On the same day as the oocyte aspiration, 0.5 mL of semen was obtained from the patient . After centrifugation, the pellet of the semen was mixed with 0.1 mL of culture medium, and sperm was acquired to carry out the ICSI procedure.
Eleven mature MII stage eggs were selected and fertilized by ICSI. At 72 hours post-egg acquisition, two of eleven 8-cell embryos were randomly selected for embryo transfer, and the other 9 embryos were frozen. A twin pregnancy was established and at 18 weeks, amniotic fluid cells were obtained through transabdominal amniotic fluid puncture to perform prenatal diagnosis. The results showed that the karyotypes of the two embryos were 46, XY and 46, XY, inv(9) (p11q21), respectively. Twin boys were delivered at 34 weeks of gestation because of PROM and admitted to the neonatal intensive care unit (NICU). After 7 days, they were discharged. To date, the twin brothers have developed normally with no signs of impaired nervous system function or cognition.
The gold standard of genetic diagnosis for KS remains karyotyping of metaphase spreads from cultured peripheral blood lymphocytes, yet karyotype analysis of other additional tissues (buccal smear, skin, etc.) could provide more precise diagnosis (14). KS is characterized by severe spermatogenic defects (1). Some aspects of its mechanisms have been reported. In 2010, Wistuba (15) reported that the presence of a supernumerary X chromosome causes germ cell loss, leydig cell hyperplasia and cognitive deficits in two KS mouse models. Recent evidence suggests that children with KS are born with spermatogonia and lose large numbers of germ cells during puberty (14, 16, 17). A typical patient with KS will present with high LH and FSH level, low serum testosterone, and often elevated estradiol, all of which result in the loss of germ cells (17). Early diagnosis and treatment can improve the quality of life and the overall health of men with KS (14, 16, 17).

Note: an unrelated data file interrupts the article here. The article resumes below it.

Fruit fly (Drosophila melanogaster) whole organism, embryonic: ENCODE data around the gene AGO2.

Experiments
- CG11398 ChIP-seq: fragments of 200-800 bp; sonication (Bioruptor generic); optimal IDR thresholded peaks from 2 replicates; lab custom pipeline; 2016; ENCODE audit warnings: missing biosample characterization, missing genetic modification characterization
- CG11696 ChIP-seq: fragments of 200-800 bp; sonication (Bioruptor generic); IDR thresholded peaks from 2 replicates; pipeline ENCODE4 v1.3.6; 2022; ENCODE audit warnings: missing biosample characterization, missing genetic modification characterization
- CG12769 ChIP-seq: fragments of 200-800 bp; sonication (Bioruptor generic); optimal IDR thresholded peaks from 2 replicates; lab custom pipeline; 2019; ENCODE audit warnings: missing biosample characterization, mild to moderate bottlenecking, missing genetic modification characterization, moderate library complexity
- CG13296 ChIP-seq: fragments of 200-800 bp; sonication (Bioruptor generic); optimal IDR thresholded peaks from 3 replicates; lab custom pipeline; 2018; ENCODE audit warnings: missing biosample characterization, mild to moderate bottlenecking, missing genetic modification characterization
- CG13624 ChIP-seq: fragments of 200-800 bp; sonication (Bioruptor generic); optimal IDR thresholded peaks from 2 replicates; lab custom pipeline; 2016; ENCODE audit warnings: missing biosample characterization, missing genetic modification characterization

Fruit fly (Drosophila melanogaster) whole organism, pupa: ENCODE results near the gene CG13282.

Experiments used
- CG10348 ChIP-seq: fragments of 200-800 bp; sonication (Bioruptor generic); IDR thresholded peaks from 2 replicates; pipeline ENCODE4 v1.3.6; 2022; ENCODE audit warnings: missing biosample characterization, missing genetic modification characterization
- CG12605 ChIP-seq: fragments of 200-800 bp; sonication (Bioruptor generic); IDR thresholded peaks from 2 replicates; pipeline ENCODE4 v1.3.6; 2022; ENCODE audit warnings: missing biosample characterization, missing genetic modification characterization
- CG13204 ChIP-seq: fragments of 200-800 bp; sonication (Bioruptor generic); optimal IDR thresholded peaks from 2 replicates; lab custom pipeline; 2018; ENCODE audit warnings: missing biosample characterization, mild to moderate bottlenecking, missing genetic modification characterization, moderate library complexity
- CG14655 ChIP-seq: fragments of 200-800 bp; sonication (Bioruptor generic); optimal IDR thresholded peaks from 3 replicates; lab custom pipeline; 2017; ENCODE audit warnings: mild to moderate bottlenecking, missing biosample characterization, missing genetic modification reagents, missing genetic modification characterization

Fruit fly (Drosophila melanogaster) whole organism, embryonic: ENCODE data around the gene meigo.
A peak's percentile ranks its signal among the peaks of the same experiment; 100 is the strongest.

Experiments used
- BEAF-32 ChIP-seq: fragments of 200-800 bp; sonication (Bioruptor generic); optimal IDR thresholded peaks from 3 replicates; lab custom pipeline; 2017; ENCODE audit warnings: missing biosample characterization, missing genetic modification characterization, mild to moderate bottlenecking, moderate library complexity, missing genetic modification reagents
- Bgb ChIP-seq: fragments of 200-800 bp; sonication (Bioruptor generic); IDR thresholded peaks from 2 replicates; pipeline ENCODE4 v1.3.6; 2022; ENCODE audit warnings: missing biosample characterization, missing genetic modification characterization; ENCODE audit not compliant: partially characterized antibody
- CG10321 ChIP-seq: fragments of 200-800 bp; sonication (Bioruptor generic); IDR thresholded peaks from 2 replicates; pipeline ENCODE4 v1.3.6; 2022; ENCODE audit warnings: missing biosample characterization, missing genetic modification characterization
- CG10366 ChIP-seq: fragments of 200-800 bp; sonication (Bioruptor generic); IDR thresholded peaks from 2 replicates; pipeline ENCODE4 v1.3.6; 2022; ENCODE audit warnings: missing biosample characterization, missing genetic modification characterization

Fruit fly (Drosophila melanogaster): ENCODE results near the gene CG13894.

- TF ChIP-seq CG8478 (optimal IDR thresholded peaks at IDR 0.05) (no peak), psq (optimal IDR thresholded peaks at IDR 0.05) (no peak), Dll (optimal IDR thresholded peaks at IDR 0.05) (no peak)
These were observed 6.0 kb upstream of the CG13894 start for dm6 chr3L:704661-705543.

Before the development of ICSI, patients with KS could only acquire offspring by either adoption or artificial insemination with another’s sperm. However, in some cases, sperm could still be occasionally found in the patient’s semen or through a testicular biopsy. Hence, development of testicular sperm retrieval technology can improve the chance that KS patients can father their own biological offspring (18).
Before ICSI, it is necessary for patients to receive adequate genetic counseling. Analysis of the chromosome aneuploidy rate of the patient’s ejaculated sperm can provide direct evidence of the need for genetic counseling, for which FISH is the most rapid and accurate method (13). Bergere et al. (19) found that patients with KS had higher rates of ultra-ploidy and diploidy in their sperm, which should not be caused by XXY cells carrying chromosomal abnormalities, but probably due to normal spermatogenic cells being affected by an adverse environment within the testis (e.g. increased LH or FSH levels and hypoandrogenism), which in turn results in chromosomal non-disjunction during meiosis. In 1997, Uehara et al. (9) reported, for the first time, that after ICSI treatment, the frozen sperm of patient with KS fathered normal twins (one male and one female). Thereafter, several similar cases have been reported, of which one patient with triple pregnancy was given selective fetal reduction because one of the three embryos showed a karyotype of 47, XXY(20).
Chromosome 9 has the highest degree of morphological variation (21), as inversions were associated with a higher risk of pregnancy wastage, but the results were individual-specific (8, 22, 23). The clinical features were variable ranging from normal to multiple malformations in the cases with pericentric inversion (10). Also, an inversion of chromosome 9 was reported to be associated with infertility and congenital anomalies (11), as well as facial dysmorphism, abnormal phenotypes, and delayed developmental milestones (24). These findings suggested inversion of chromosome 9 might effect the development of abnormal phenotypes at different breakpoint regions, however, we still know little of its mechanisms inducing miscarricages.
In summary, the application of FISH in the investigation of the sperm aneuploidy rate can facilitate evaluating the risk of patients with KS and generating genetically normal offspring. For those patients that still can provide sperm, ICSI treatment can be performed after receiving adequate genetic counseling and obtaining informed consent. Further, ICSI can be performed even when the female partner has an inversion of chromosome 9. Lastly, a follow-up study will be conducted on the patient’s offspring.